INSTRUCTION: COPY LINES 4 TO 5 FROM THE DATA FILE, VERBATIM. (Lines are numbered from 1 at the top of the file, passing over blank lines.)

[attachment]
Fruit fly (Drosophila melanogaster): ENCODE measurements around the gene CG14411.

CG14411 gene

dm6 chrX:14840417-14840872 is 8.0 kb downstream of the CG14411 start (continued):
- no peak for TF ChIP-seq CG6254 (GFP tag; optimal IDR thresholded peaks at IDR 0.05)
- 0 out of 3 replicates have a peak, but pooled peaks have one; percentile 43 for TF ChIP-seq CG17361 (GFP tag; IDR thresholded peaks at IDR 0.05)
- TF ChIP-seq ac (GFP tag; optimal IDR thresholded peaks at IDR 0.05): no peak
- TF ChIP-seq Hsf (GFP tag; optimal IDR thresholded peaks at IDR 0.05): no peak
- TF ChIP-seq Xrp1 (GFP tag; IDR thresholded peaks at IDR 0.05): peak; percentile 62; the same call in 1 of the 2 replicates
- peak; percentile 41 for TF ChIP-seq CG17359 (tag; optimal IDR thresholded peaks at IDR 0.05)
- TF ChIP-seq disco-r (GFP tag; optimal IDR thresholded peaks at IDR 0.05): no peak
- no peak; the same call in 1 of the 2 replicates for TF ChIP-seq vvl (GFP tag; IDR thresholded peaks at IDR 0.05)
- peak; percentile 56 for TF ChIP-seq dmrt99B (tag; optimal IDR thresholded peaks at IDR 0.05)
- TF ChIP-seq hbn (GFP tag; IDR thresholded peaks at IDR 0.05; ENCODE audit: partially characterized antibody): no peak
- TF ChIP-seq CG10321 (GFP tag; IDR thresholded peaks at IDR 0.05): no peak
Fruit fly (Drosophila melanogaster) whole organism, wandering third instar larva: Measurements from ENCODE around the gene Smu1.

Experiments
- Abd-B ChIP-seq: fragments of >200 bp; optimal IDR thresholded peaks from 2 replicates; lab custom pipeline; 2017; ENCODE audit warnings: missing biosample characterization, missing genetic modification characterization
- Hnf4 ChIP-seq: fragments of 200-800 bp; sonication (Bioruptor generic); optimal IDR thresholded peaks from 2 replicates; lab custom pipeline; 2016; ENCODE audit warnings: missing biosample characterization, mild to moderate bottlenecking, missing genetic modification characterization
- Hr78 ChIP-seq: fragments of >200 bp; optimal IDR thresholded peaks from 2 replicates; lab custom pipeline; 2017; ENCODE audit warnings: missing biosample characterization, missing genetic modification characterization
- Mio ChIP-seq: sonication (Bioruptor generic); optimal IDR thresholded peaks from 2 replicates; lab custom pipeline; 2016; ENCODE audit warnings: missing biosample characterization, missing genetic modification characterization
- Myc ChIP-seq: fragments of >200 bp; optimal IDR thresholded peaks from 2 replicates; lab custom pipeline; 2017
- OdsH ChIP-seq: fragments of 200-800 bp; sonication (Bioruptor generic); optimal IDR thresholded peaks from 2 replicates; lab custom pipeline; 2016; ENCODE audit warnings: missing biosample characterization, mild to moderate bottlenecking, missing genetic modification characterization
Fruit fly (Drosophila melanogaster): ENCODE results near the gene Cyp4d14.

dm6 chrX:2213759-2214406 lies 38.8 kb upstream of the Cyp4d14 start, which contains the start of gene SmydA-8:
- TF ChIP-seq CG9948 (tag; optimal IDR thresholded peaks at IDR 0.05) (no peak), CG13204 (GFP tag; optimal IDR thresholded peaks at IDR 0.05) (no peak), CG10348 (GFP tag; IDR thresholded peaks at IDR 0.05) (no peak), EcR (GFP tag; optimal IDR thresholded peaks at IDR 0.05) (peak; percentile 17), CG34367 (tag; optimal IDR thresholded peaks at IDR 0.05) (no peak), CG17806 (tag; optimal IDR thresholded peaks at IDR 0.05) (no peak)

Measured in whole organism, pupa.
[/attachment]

- no peak for TF ChIP-seq CG6254 (GFP tag; optimal IDR thresholded peaks at IDR 0.05)
- 0 out of 3 replicates have a peak, but pooled peaks have one; percentile 43 for TF ChIP-seq CG17361 (GFP tag; IDR thresholded peaks at IDR 0.05)